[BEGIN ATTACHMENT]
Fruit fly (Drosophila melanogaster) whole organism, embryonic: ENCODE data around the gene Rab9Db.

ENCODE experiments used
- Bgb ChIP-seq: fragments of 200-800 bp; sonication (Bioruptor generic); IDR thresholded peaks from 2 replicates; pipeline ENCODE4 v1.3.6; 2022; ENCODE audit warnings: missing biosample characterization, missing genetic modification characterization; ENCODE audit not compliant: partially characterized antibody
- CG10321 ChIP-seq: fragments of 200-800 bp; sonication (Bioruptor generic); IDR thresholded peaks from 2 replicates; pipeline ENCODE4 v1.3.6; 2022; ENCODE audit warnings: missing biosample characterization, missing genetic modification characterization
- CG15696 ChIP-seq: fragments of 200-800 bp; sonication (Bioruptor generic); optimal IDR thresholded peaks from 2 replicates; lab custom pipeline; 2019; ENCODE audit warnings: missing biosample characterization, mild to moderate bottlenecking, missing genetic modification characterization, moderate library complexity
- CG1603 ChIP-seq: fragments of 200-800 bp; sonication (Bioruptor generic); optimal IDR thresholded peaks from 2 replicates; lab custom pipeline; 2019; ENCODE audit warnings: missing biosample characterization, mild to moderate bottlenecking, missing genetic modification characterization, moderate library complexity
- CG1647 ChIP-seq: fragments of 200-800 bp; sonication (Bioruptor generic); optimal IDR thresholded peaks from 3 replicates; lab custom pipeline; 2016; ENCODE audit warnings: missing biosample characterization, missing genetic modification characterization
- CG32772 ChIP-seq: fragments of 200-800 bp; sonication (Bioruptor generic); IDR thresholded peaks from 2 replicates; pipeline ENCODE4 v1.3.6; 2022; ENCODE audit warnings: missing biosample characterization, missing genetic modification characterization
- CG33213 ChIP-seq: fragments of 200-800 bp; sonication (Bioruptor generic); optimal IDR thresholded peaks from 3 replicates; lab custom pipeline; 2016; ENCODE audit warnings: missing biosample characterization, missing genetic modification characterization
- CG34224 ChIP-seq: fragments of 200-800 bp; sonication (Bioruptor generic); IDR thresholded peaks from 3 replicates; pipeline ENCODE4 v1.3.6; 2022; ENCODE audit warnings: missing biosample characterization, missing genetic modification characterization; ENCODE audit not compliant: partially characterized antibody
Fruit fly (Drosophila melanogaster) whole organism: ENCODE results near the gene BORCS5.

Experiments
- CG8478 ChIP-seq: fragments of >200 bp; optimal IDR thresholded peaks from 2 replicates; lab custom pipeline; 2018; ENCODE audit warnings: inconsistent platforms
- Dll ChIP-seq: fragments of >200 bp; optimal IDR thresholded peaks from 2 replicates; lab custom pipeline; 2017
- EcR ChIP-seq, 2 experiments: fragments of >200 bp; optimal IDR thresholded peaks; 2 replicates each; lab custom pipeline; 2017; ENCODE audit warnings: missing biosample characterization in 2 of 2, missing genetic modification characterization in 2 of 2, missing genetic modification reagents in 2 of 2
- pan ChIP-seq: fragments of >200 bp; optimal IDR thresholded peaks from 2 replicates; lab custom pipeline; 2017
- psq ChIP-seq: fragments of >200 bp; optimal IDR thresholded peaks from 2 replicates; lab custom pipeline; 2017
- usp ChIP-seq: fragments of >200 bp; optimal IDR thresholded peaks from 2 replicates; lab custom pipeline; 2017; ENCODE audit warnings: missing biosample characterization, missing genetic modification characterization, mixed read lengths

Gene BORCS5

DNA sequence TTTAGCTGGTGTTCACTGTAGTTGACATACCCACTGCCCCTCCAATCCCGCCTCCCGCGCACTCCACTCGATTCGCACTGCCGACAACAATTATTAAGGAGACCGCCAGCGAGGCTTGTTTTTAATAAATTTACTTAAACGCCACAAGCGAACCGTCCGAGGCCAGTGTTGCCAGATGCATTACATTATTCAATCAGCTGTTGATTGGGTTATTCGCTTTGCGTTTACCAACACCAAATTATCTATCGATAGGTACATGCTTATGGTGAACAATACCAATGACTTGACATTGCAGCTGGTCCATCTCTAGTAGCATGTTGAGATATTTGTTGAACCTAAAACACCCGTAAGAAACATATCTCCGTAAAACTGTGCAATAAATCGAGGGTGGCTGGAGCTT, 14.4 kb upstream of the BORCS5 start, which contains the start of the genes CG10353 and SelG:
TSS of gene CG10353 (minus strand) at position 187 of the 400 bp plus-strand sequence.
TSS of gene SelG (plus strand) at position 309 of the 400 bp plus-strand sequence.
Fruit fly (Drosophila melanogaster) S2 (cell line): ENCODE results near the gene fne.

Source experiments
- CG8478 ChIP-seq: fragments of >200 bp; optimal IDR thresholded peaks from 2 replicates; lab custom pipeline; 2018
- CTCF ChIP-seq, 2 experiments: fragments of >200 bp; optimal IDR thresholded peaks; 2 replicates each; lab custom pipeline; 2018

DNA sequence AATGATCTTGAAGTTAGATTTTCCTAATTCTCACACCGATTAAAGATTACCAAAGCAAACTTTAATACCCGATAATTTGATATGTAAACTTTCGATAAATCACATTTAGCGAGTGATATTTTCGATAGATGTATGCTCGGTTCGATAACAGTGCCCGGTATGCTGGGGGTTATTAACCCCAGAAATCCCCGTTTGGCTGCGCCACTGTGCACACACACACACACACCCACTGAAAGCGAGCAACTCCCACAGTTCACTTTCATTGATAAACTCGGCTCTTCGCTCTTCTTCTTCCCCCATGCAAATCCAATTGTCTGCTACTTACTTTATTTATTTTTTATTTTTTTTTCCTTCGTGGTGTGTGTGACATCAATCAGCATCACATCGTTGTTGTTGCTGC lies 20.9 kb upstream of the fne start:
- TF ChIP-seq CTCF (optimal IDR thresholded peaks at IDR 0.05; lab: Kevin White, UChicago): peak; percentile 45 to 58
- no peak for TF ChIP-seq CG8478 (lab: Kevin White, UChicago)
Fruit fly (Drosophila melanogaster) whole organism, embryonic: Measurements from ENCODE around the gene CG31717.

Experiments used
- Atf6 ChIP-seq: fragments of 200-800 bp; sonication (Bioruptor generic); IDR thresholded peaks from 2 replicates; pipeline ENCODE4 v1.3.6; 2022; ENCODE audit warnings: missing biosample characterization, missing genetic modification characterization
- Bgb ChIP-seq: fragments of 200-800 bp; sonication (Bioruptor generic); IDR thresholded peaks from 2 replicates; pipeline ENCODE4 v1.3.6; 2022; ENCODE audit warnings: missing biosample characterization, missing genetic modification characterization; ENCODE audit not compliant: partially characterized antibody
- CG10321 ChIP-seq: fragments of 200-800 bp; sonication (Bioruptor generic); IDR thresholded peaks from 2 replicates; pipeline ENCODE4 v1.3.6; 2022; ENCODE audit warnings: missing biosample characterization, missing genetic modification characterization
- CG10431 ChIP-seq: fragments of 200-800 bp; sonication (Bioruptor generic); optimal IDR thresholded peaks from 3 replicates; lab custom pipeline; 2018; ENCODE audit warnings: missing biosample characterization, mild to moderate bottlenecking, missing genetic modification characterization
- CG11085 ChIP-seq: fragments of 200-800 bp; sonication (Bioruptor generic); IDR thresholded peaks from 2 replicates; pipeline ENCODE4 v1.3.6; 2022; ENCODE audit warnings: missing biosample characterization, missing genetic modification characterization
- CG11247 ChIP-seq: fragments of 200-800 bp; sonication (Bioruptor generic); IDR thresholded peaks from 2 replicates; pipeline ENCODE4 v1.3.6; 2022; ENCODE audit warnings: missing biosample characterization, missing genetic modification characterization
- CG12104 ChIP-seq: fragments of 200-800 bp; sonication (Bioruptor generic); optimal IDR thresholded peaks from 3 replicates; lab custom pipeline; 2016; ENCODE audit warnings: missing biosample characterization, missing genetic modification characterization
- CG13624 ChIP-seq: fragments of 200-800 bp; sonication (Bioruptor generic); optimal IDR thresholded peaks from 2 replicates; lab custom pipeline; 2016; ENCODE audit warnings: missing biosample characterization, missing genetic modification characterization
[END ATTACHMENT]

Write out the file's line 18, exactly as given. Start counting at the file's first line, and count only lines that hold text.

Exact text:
- usp ChIP-seq: fragments of >200 bp; optimal IDR thresholded peaks from 2 replicates; lab custom pipeline; 2017; ENCODE audit warnings: missing biosample characterization, missing genetic modification characterization, mixed read lengths